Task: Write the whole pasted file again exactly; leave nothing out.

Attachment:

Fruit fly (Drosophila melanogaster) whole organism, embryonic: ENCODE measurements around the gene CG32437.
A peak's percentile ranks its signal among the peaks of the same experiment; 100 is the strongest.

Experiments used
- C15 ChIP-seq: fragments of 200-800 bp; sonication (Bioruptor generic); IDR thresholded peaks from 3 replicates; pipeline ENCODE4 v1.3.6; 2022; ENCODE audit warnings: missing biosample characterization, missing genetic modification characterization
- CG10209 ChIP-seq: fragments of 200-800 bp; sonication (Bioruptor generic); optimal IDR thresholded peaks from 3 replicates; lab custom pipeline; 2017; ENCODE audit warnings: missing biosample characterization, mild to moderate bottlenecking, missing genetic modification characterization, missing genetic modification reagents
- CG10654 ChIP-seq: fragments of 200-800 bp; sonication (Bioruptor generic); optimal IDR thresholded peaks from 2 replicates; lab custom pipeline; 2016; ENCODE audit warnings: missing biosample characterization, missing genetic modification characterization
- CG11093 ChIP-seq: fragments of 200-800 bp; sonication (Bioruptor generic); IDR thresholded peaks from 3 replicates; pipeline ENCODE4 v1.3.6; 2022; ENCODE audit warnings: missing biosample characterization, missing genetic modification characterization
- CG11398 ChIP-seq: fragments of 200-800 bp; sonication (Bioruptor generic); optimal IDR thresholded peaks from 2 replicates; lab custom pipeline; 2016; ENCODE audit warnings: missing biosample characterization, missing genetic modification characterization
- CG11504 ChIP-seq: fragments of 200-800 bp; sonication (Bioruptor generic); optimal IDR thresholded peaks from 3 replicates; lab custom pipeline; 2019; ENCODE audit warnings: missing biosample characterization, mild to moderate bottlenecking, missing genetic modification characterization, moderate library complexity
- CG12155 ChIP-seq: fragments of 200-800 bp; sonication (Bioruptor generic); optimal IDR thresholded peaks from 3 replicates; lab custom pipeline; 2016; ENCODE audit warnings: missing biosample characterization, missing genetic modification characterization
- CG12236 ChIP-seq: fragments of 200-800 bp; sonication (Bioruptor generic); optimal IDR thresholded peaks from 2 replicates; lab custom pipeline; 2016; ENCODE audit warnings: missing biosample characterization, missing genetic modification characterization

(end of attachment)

Fruit fly (Drosophila melanogaster) whole organism, embryonic: ENCODE measurements around the gene CG32437.
A peak's percentile ranks its signal among the peaks of the same experiment; 100 is the strongest.

Experiments used
- C15 ChIP-seq: fragments of 200-800 bp; sonication (Bioruptor generic); IDR thresholded peaks from 3 replicates; pipeline ENCODE4 v1.3.6; 2022; ENCODE audit warnings: missing biosample characterization, missing genetic modification characterization
- CG10209 ChIP-seq: fragments of 200-800 bp; sonication (Bioruptor generic); optimal IDR thresholded peaks from 3 replicates; lab custom pipeline; 2017; ENCODE audit warnings: missing biosample characterization, mild to moderate bottlenecking, missing genetic modification characterization, missing genetic modification reagents
- CG10654 ChIP-seq: fragments of 200-800 bp; sonication (Bioruptor generic); optimal IDR thresholded peaks from 2 replicates; lab custom pipeline; 2016; ENCODE audit warnings: missing biosample characterization, missing genetic modification characterization
- CG11093 ChIP-seq: fragments of 200-800 bp; sonication (Bioruptor generic); IDR thresholded peaks from 3 replicates; pipeline ENCODE4 v1.3.6; 2022; ENCODE audit warnings: missing biosample characterization, missing genetic modification characterization
- CG11398 ChIP-seq: fragments of 200-800 bp; sonication (Bioruptor generic); optimal IDR thresholded peaks from 2 replicates; lab custom pipeline; 2016; ENCODE audit warnings: missing biosample characterization, missing genetic modification characterization
- CG11504 ChIP-seq: fragments of 200-800 bp; sonication (Bioruptor generic); optimal IDR thresholded peaks from 3 replicates; lab custom pipeline; 2019; ENCODE audit warnings: missing biosample characterization, mild to moderate bottlenecking, missing genetic modification characterization, moderate library complexity
- CG12155 ChIP-seq: fragments of 200-800 bp; sonication (Bioruptor generic); optimal IDR thresholded peaks from 3 replicates; lab custom pipeline; 2016; ENCODE audit warnings: missing biosample characterization, missing genetic modification characterization
- CG12236 ChIP-seq: fragments of 200-800 bp; sonication (Bioruptor generic); optimal IDR thresholded peaks from 2 replicates; lab custom pipeline; 2016; ENCODE audit warnings: missing biosample characterization, missing genetic modification characterization